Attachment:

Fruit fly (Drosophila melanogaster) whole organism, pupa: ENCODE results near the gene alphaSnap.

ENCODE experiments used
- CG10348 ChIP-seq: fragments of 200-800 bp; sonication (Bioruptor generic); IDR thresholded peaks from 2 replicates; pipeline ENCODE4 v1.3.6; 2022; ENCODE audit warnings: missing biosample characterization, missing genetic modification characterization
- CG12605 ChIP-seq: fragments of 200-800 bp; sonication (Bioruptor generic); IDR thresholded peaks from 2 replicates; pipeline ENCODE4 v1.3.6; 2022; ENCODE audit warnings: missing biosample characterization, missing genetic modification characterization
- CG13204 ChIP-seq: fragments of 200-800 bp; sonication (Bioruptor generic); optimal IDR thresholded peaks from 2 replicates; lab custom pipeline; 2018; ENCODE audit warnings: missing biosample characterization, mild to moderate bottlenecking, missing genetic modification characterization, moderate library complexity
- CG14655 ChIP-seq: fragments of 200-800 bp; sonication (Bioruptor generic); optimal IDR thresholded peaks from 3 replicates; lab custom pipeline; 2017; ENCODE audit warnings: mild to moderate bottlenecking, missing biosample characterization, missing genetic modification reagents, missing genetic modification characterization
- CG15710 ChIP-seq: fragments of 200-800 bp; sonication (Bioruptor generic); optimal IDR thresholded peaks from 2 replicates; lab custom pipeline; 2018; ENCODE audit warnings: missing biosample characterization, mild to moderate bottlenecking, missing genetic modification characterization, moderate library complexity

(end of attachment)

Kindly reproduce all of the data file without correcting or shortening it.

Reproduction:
Fruit fly (Drosophila melanogaster) whole organism, pupa: ENCODE results near the gene alphaSnap.

ENCODE experiments used
- CG10348 ChIP-seq: fragments of 200-800 bp; sonication (Bioruptor generic); IDR thresholded peaks from 2 replicates; pipeline ENCODE4 v1.3.6; 2022; ENCODE audit warnings: missing biosample characterization, missing genetic modification characterization
- CG12605 ChIP-seq: fragments of 200-800 bp; sonication (Bioruptor generic); IDR thresholded peaks from 2 replicates; pipeline ENCODE4 v1.3.6; 2022; ENCODE audit warnings: missing biosample characterization, missing genetic modification characterization
- CG13204 ChIP-seq: fragments of 200-800 bp; sonication (Bioruptor generic); optimal IDR thresholded peaks from 2 replicates; lab custom pipeline; 2018; ENCODE audit warnings: missing biosample characterization, mild to moderate bottlenecking, missing genetic modification characterization, moderate library complexity
- CG14655 ChIP-seq: fragments of 200-800 bp; sonication (Bioruptor generic); optimal IDR thresholded peaks from 3 replicates; lab custom pipeline; 2017; ENCODE audit warnings: mild to moderate bottlenecking, missing biosample characterization, missing genetic modification reagents, missing genetic modification characterization
- CG15710 ChIP-seq: fragments of 200-800 bp; sonication (Bioruptor generic); optimal IDR thresholded peaks from 2 replicates; lab custom pipeline; 2018; ENCODE audit warnings: missing biosample characterization, mild to moderate bottlenecking, missing genetic modification characterization, moderate library complexity